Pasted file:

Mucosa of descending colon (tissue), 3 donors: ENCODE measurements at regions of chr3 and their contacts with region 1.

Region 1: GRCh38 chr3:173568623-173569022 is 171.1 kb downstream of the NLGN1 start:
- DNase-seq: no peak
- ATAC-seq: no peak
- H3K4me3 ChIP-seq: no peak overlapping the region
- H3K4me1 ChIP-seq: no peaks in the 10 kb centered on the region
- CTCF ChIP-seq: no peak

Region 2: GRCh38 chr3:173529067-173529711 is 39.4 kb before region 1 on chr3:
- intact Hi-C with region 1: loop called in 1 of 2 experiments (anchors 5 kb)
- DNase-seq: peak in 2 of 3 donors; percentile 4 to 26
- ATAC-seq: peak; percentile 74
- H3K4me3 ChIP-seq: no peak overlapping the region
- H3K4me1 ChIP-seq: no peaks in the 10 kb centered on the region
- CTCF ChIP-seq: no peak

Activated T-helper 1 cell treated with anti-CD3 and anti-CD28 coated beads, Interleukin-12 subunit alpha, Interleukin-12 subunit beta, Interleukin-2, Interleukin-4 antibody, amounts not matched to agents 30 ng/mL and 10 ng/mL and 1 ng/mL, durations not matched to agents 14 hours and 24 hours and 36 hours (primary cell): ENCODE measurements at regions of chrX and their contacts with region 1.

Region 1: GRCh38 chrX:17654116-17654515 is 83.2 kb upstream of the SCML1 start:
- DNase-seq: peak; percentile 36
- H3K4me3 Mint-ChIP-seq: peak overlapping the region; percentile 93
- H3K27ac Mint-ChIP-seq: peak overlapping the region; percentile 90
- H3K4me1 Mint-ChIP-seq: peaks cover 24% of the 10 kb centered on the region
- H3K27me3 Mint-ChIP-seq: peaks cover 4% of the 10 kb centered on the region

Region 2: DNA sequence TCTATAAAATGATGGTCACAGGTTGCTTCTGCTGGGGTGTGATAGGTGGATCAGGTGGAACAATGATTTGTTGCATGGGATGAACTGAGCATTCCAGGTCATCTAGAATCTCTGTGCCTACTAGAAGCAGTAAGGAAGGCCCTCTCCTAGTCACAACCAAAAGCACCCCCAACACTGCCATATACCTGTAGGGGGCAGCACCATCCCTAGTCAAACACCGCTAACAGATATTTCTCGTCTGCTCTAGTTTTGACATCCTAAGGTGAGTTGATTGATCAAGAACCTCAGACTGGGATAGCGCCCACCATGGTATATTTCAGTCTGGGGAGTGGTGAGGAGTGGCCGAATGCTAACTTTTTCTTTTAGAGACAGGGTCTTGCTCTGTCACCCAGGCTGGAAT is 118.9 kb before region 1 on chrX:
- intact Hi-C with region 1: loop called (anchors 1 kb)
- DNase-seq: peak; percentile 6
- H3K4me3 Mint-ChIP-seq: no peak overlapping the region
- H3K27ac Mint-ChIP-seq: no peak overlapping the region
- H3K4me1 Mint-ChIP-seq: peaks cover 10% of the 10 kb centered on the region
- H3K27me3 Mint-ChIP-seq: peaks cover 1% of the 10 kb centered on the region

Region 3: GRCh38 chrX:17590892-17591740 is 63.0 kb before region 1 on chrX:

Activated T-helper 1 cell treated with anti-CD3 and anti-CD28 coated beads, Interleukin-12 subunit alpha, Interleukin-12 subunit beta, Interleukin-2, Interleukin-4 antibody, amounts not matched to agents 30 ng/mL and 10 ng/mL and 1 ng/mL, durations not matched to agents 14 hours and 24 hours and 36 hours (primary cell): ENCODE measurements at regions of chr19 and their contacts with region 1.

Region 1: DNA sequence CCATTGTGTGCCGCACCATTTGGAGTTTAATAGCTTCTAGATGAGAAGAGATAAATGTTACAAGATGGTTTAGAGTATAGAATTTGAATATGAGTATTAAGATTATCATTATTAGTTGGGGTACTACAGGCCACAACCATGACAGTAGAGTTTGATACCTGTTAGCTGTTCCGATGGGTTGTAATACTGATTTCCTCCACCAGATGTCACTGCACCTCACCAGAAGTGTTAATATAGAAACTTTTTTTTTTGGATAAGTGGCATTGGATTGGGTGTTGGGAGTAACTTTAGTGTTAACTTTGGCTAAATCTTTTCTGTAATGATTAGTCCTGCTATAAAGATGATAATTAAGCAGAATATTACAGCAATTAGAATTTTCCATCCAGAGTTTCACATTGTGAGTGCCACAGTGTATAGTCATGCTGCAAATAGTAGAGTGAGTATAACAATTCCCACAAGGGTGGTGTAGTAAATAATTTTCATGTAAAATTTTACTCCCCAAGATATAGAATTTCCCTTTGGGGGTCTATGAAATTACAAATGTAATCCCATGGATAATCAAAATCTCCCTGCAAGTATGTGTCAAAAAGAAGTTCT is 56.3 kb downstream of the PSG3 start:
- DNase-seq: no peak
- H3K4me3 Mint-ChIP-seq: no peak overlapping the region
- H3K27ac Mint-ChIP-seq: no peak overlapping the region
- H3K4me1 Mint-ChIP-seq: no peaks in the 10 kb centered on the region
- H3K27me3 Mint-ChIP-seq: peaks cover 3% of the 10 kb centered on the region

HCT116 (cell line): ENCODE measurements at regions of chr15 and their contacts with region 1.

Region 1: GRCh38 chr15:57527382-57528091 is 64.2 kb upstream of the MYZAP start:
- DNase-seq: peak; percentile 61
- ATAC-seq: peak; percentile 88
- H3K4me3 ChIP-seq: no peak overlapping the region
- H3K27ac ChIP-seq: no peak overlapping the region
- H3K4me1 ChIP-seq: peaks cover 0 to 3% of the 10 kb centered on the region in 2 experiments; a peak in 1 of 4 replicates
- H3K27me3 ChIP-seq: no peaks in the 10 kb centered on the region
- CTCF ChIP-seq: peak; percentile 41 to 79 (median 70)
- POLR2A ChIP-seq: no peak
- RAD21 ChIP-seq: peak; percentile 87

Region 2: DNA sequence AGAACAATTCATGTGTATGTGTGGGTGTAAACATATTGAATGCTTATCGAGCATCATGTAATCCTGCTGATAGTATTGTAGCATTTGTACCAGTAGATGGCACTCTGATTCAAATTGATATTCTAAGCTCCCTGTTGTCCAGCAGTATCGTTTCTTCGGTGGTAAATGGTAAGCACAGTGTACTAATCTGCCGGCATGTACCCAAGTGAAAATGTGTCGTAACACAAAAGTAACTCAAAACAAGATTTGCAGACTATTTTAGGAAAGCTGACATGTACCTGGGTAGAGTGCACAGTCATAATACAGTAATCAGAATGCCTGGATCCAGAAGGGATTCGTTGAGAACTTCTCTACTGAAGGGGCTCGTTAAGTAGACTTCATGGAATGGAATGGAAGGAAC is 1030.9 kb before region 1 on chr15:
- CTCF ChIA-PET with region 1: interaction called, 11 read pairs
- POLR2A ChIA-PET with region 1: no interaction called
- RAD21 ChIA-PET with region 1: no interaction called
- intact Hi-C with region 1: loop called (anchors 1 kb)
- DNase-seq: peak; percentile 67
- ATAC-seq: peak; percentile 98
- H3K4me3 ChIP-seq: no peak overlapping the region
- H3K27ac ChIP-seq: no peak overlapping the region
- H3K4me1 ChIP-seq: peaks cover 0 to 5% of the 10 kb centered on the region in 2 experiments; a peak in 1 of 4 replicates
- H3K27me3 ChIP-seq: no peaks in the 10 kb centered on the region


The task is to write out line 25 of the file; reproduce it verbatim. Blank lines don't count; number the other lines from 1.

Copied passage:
- H3K4me3 Mint-ChIP-seq: no peak overlapping the region